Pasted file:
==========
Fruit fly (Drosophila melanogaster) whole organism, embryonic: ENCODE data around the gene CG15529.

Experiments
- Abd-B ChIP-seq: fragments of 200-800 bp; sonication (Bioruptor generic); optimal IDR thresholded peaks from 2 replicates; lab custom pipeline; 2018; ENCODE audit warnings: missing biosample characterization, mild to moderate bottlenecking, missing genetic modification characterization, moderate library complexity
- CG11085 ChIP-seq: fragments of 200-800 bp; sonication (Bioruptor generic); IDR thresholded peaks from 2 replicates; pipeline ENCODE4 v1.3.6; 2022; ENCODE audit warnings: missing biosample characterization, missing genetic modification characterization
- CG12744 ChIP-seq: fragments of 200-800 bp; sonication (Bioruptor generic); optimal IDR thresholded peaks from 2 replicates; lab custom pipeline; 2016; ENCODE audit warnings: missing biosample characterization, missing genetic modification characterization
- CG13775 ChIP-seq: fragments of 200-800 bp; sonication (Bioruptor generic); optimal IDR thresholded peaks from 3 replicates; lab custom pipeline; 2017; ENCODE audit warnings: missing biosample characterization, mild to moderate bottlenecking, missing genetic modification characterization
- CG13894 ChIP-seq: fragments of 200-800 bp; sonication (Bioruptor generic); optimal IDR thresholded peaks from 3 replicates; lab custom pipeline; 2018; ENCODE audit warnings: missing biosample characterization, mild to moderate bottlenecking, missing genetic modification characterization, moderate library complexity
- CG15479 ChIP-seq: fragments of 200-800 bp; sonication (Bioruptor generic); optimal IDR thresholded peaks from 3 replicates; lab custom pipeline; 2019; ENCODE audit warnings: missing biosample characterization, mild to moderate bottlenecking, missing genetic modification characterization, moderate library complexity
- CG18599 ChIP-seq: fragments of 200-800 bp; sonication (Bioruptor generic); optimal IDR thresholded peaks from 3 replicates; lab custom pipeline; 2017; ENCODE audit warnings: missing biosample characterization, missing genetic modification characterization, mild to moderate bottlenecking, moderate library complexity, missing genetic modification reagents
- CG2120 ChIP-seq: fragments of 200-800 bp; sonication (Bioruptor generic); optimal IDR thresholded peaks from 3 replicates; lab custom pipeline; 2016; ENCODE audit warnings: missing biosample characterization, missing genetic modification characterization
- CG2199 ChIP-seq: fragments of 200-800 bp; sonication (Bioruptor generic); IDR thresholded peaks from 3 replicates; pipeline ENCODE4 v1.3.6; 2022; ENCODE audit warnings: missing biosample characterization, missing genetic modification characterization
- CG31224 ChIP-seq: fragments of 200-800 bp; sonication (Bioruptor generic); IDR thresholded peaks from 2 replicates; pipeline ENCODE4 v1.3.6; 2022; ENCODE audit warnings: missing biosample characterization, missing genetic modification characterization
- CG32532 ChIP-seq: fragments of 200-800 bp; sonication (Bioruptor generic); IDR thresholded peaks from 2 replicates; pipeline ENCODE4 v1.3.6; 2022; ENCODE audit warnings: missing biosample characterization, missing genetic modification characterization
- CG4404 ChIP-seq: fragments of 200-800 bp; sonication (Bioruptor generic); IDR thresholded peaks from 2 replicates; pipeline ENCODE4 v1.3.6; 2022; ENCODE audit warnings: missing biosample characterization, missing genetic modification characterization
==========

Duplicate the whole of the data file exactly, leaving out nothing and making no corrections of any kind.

Fruit fly (Drosophila melanogaster) whole organism, embryonic: ENCODE data around the gene CG15529.

Experiments
- Abd-B ChIP-seq: fragments of 200-800 bp; sonication (Bioruptor generic); optimal IDR thresholded peaks from 2 replicates; lab custom pipeline; 2018; ENCODE audit warnings: missing biosample characterization, mild to moderate bottlenecking, missing genetic modification characterization, moderate library complexity
- CG11085 ChIP-seq: fragments of 200-800 bp; sonication (Bioruptor generic); IDR thresholded peaks from 2 replicates; pipeline ENCODE4 v1.3.6; 2022; ENCODE audit warnings: missing biosample characterization, missing genetic modification characterization
- CG12744 ChIP-seq: fragments of 200-800 bp; sonication (Bioruptor generic); optimal IDR thresholded peaks from 2 replicates; lab custom pipeline; 2016; ENCODE audit warnings: missing biosample characterization, missing genetic modification characterization
- CG13775 ChIP-seq: fragments of 200-800 bp; sonication (Bioruptor generic); optimal IDR thresholded peaks from 3 replicates; lab custom pipeline; 2017; ENCODE audit warnings: missing biosample characterization, mild to moderate bottlenecking, missing genetic modification characterization
- CG13894 ChIP-seq: fragments of 200-800 bp; sonication (Bioruptor generic); optimal IDR thresholded peaks from 3 replicates; lab custom pipeline; 2018; ENCODE audit warnings: missing biosample characterization, mild to moderate bottlenecking, missing genetic modification characterization, moderate library complexity
- CG15479 ChIP-seq: fragments of 200-800 bp; sonication (Bioruptor generic); optimal IDR thresholded peaks from 3 replicates; lab custom pipeline; 2019; ENCODE audit warnings: missing biosample characterization, mild to moderate bottlenecking, missing genetic modification characterization, moderate library complexity
- CG18599 ChIP-seq: fragments of 200-800 bp; sonication (Bioruptor generic); optimal IDR thresholded peaks from 3 replicates; lab custom pipeline; 2017; ENCODE audit warnings: missing biosample characterization, missing genetic modification characterization, mild to moderate bottlenecking, moderate library complexity, missing genetic modification reagents
- CG2120 ChIP-seq: fragments of 200-800 bp; sonication (Bioruptor generic); optimal IDR thresholded peaks from 3 replicates; lab custom pipeline; 2016; ENCODE audit warnings: missing biosample characterization, missing genetic modification characterization
- CG2199 ChIP-seq: fragments of 200-800 bp; sonication (Bioruptor generic); IDR thresholded peaks from 3 replicates; pipeline ENCODE4 v1.3.6; 2022; ENCODE audit warnings: missing biosample characterization, missing genetic modification characterization
- CG31224 ChIP-seq: fragments of 200-800 bp; sonication (Bioruptor generic); IDR thresholded peaks from 2 replicates; pipeline ENCODE4 v1.3.6; 2022; ENCODE audit warnings: missing biosample characterization, missing genetic modification characterization
- CG32532 ChIP-seq: fragments of 200-800 bp; sonication (Bioruptor generic); IDR thresholded peaks from 2 replicates; pipeline ENCODE4 v1.3.6; 2022; ENCODE audit warnings: missing biosample characterization, missing genetic modification characterization
- CG4404 ChIP-seq: fragments of 200-800 bp; sonication (Bioruptor generic); IDR thresholded peaks from 2 replicates; pipeline ENCODE4 v1.3.6; 2022; ENCODE audit warnings: missing biosample characterization, missing genetic modification characterization